Stuart Kelly grumbles about the 2007 Man Booker International Prize shortlist:
So I was eager to see the 2007 shortlist. When I did, bemused boredom swiftly turned to gnawing irritation. For the record, the novelists contending this year are Chinua Achebe, Margaret Atwood, John Banville, Peter Carey, Don DeLillo, Carlos Fuentes, Doris Lessing, Ian McEwan, Harry Mulisch, Alice Munro, Michael Ondaatje, Amos Oz, Philip Roth, Salman Rushdie and Michel Tournier. One thing is immediately conspicuous. You’ve probably heard of most of them.
There are only four non-English speaking authors. There is nobody from China, Japan, Russia, South America, Scandinavia, Eastern Europe, the Indian subcontinent or the Arabic world. Moreover, every author on the list who is eligible for the usual Man Booker has either won, or been shortlisted, for that award. “Diverse in nationality, language, themes and techniques”, as the press release trumpets? Hardly.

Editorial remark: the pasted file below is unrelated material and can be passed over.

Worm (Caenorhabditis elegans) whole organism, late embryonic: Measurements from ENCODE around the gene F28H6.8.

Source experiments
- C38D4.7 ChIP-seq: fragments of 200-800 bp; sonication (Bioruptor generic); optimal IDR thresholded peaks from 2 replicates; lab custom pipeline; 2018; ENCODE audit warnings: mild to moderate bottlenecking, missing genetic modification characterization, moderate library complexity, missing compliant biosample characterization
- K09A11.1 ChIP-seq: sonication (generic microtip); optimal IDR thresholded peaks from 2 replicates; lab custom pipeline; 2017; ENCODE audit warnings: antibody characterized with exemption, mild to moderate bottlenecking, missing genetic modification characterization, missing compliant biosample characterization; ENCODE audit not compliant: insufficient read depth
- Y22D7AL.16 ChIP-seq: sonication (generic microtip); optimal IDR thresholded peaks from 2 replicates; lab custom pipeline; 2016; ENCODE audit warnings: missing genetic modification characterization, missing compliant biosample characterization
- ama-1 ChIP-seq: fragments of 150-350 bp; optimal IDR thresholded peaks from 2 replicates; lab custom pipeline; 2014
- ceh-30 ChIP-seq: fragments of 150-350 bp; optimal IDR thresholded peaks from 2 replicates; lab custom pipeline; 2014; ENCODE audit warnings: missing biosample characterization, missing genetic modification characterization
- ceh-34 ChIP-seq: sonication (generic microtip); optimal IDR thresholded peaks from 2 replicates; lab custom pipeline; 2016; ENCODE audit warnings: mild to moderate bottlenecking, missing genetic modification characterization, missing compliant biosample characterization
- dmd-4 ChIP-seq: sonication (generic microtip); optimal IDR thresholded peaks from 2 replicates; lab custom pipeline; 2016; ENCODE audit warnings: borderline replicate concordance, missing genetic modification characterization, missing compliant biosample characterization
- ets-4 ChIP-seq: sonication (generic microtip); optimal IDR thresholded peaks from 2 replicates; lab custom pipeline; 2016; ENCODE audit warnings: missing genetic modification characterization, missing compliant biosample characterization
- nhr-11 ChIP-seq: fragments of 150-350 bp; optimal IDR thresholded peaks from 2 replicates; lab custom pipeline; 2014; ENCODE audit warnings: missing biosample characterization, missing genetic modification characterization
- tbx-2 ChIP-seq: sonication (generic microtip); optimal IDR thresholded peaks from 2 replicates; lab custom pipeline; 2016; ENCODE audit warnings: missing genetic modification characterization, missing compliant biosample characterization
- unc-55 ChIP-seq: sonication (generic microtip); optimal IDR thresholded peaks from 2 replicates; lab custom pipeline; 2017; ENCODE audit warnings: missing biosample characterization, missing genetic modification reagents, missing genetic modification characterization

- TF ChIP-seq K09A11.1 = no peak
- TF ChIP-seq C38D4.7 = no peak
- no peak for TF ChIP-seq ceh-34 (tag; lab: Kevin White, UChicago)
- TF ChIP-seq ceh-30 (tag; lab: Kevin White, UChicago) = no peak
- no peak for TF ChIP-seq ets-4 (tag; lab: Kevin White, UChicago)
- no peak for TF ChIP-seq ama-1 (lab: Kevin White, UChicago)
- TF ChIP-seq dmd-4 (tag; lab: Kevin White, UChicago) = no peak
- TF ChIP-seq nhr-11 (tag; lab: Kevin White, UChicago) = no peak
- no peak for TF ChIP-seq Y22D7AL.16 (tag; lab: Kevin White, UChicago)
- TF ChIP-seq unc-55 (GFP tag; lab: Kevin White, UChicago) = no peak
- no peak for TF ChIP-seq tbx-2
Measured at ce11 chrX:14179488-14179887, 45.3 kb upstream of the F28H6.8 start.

In The Guardian, James English asks:
Surely it is a bad thing to have all these new prizes sprouting like weeds even while the established ones are themselves dividing and reproducing, generating offshoots and offspring that have us speaking of “baby Bookers” or of the Man Booker “family” of awards? Surely all this must be a symptom of literary soil rendered artistically arid by decades of global free-marketism and a superheating multinational machinery of hype?
Disappointingly, having asked the question, he answers “Nay”.